Savannah Morning News Sunday column
Sun., Oct. 18, 2015
Planning on driving to Miami, are you?
Want the good news first or the bad?
Too late. Here’s the bad news: Everything will be fine for the first eight hours. You’ll cruise along, la la la, deep into your book on tape. (We were listening to “The Girl on the Train,” which, I’m not sure how this happened, we finished four days later just as we pulled up to our Savannah house). Everything off the highway looks like a strip mall. (If you’re lucky you might find a vendor with fresh fruit and/or veggie smoothies.) You’ll pass some 900 new palm trees held in place by stakes, probably planted by the state of Florida after some earlier boneheaded administration okayed the request by a developer to remove the original 900 palm trees before thinking, “Hey, palm trees might look good here; let’s plant some.” You’ll see a hill and think for a minute maybe you took a wrong turn because Florida is so flat, but then you’ll see the buzzards and realize it’s not a hill but a beautifully landscaped landfill.
You’ll believe your GPS. “In three miles, take the first right turn; destination is ahead” and think, “That wasn’t such a bad drive.” Then you realize someone in the computing cloud world didn’t get the message. Someone in the front office didn’t know that three lanes of traffic on I-95 were about to merge into one. The exit you’ve been looking for is closed so you have to follow a series of detour signs. These detour signs put you close to 79th street, somewhere west of Biscayne Blvd., except you want to be on the east side. Later on you learn this is Liberty City. “Don’t go there,” your friend Julio says. But you’re already there and the GPS is stumped (“Make a u-turn. You’re in unverified territory”). You turn to your brain to find the numbered street you need. With steam coming out of both ears you sputter, “How do people live this way?”
You kind of wonder the same thing the next day when bingo you find a perfect parking spot in front of the Rubell Family Collection in Wynwood where you’re going to see some cool contemporary art. But that’s before you look up and read the fine print on the sign. Miami, oh-so-au-courant, is all about a cashless, mobile PayByPhone system. In Miami there are no meter maids to beg, cajole, implore. There are no meters. In Miami, you buy your time on line. God help you if you don’t have a smartphone. The system even texts to remind you your time is almost up and do you want to put some more money on your credit card?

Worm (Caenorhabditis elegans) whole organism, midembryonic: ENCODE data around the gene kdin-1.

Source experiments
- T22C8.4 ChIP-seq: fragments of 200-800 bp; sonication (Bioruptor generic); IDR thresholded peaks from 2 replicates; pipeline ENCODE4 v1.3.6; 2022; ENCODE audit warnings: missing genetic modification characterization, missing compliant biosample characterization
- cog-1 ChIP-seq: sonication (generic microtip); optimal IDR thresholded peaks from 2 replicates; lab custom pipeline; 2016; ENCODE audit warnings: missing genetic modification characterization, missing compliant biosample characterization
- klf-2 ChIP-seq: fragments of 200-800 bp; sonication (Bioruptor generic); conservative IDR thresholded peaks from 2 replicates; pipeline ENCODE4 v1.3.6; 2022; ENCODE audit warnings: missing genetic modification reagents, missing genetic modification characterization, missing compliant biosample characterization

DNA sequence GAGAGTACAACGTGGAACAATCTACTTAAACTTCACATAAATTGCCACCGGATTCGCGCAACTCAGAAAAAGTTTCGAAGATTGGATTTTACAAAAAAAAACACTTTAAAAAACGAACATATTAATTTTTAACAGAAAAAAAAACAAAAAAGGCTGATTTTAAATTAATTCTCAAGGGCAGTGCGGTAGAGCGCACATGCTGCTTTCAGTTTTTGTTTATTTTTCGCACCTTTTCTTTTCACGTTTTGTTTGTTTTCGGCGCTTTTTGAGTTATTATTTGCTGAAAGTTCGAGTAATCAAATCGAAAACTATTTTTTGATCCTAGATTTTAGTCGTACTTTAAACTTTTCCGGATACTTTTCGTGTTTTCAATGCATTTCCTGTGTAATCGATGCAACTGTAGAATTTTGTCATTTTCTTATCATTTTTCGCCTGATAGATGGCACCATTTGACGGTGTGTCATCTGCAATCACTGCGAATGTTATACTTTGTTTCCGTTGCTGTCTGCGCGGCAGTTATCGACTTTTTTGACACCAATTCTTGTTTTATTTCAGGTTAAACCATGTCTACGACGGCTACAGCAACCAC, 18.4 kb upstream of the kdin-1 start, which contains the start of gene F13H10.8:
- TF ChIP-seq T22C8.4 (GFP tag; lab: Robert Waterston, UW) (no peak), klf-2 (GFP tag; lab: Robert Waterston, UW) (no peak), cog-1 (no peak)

We follow the prompts, lock up the car, and walk past the coolest, most outrageous walls of graffiti in the world only to see the museum is closed for the day. Errgh.
By this time we’ve moved into the good news column, starting and maybe ending with the air. It hits the minute you leave your car, the perfumed, fragrant, unmistakable smell of South Florida. It’s ambrosia. The street is quiet so you walk a ways to stretch your legs. But you are careful. You look where you are going. Otherwise you might trip on a pair of coconuts, a frangipani limb (with blooms) or a cluster of tough seagrape leaves. They litter the street. Then you walk up to a sweet Airbnb offered by a young couple trying to make a few bucks. The following day they will text to make sure everything is all right. How many times does someone from a hotel do that? By then you’ve seen papaya fruit and starfruit on a neighbor’s tree. You’ve heard a rooster. You’ve passed a bush of fragrant Cuban oregano and some bushy cranberry hibiscus, which I just happened to snag in our fall plant swap.
By this time you’ve had a shot of Cuban coffee and a sweet plantain omelet at Enriqueta’s, one of a million Cuban restaurants to choose from. You’ve found your way down Biscayne Blvd., to Magnum, an epic piano bar and restaurant, all red and black with cushy booths, subtle servers and a singer who must have retired in Miami after Broadway days in New York. It was in the bar, listening to songs like “Mr. Sandman,” “What’s New Pussycat?” and “Whatever Lola Wants Lola Gets” that I started thinking about my grandparents, long gone, who would drive on the tiniest of roads from Michigan to Miami Beach with my mother and her four siblings in the car. Must have taken forever. Next time I think I’ll go that route.